Tuesday, January 27, 2015

Direct proof unnecessary to hang ex-cops for Altantuya murder, Federal Court says



PUBLISHED: JANUARY 27, 2015 02:19 PM
File photo of ex-policemen Azilah Hadri and Sirul Azhar Umar (heads covered) in 2013. According to the Australian Immigration and Border Protection Department, Sirul is still under detention in the country. — File pic

File photo of ex-policemen Azilah Hadri and Sirul Azhar Umar (heads covered) in 2013. According to the Australian Immigration and Border Protection Department, Sirul is still under detention in the country. — File pic

KUALA LUMPUR, Jan 27 Circumstantial evidence had sufficed when sending two former police commandos to the gallows for killing Mongolian model Altantuya Shaariibuu, the Federal Court said in its recent decision to reverse the acquittal of the two men over the high-profile 2006 murder.
In the full 88-page judgment released recently, Justice Tan Sri Suriyadi Halim Omar said the need to establish direct evidence was unnecessary in every criminal case as “common intention” may be adduced from the facts and circumstances of the case, as well as the conduct of the two accused  former police commando Sirul Azhar Umar and former chief Inspector Azilah Hadri.
“Crimes are usually committed in secret and under condition where concealment is highly probable.
“If direct evidence is insisted under all circumstances, a successful prosecution of vicious criminals, who have committed heinous crimes in secret or secluded places, would be near impossible,” Suriyadi was quoted as saying in the judgment.
“In this case not only was the heinous crime committed at a secluded place but the deceaseds body was blasted beyond recognition. Only fragments of bones were found,” he added.
In its judgment, the Federal Court also ruled out the need to call for the testimony of former aide to Prime Minister Datuk Seri Naib Razak deputy superintendent Musa Safri, saying it would not have any consequence to the case.
Suriyadi said there was nothing in Musa's testimony that could have helped Sirul and Azilah’s defence, despite their lawyers arguing otherwise.
Defence lawyers for the accused have alleged that Musa's testimony, if allowed, could have provided details regarding Abdul Razak Baginda's sworn affidavit.
Abdul Razak, a former aide to Najib, was initially charged with abetting Azilah and Sirul but was acquitted on October 31, 2008, after the Shah Alam High Court ruled that the prosecution had failed to establish a prima facie case against him.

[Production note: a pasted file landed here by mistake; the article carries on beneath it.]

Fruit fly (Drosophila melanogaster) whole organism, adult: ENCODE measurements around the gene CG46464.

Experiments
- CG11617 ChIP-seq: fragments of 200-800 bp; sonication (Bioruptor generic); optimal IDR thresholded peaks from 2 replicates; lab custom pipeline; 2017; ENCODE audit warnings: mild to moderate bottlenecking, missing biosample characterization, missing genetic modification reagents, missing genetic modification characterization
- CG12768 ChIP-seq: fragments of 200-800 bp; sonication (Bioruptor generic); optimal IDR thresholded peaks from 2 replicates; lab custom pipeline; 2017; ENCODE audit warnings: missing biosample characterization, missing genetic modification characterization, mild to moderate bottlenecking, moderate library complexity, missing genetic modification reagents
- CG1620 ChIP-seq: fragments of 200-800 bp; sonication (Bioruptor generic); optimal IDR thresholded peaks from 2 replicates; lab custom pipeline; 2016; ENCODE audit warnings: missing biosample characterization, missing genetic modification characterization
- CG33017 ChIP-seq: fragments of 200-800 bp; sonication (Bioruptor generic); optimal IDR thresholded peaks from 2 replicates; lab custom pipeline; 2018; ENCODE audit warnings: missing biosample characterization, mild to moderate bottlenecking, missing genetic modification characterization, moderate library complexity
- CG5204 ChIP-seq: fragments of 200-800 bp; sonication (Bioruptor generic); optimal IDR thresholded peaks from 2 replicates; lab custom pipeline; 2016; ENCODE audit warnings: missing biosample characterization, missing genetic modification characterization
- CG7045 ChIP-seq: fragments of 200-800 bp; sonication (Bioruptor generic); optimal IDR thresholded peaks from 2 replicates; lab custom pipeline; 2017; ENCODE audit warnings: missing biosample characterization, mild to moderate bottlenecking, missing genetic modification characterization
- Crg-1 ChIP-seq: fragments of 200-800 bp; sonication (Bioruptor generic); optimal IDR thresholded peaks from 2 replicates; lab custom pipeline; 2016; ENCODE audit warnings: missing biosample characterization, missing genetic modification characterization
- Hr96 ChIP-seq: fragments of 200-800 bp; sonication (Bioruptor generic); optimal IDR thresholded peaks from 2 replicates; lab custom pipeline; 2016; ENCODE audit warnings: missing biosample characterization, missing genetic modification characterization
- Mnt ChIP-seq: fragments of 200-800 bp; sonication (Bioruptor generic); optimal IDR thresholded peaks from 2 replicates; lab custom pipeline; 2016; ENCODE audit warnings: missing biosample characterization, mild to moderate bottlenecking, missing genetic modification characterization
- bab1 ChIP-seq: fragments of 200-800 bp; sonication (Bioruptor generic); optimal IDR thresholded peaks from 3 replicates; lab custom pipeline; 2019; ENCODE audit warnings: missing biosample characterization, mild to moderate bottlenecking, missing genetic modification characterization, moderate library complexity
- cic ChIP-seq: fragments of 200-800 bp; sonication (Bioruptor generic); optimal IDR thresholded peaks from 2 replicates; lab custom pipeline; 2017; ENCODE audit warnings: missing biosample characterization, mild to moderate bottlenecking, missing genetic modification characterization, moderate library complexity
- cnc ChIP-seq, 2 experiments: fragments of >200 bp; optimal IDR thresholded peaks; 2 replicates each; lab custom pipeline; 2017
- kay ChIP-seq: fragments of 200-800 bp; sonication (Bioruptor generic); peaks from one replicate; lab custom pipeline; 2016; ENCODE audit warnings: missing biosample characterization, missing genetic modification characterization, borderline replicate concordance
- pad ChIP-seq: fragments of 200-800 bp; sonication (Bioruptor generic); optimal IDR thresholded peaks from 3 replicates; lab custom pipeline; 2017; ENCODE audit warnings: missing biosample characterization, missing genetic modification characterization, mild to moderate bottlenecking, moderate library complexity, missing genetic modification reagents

“It is only useful to Abdul Razak. It merely confirmed evidence adduced from Altantuya Shaariibuu's cousin and friend that he had had a relationship with the deceased.
“We are therefore unable to see how much more details DSP Musa could produce that would contribute to the respondents' defence. The calling of DSP Musa (left) let alone the tendering of the text messages would not have affected the evidence pertaining to Abdul Razak's relationship one tiny bit,” the judgment read.
Both Sirul and Azilah were charged with the murder of 28-year-old Altantuya in 2006 and convicted in 2009.
They were freed after the appellate court acquitted them in 2013, but last week, the Federal Court reversed the acquittal and sent them back to hang, marking the end to the eight-year saga.
Sirul was a no-show during the Federal Court hearing, however, and it was later revealed that he is in Australia and was unable to return due to a lack of funds.
Malaysian police have put a formal request in for Sirul’s deportation to Malaysia but Australia’s extradition legislation prohibits an individual from being sent back to another country for an offence punishable by death, unless that country pledges not to carry out a death sentence.
According to the Australian Immigration and Border Protection Department, Sirul is still under detention in the country.
- See more at: http://www.themalaymailonline.com/malaysia/article/direct-proof-unnecessary-to-hang-ex-cops-for-altantuya-murder-federal-court#sthash.WM5Gbq08.dpuf

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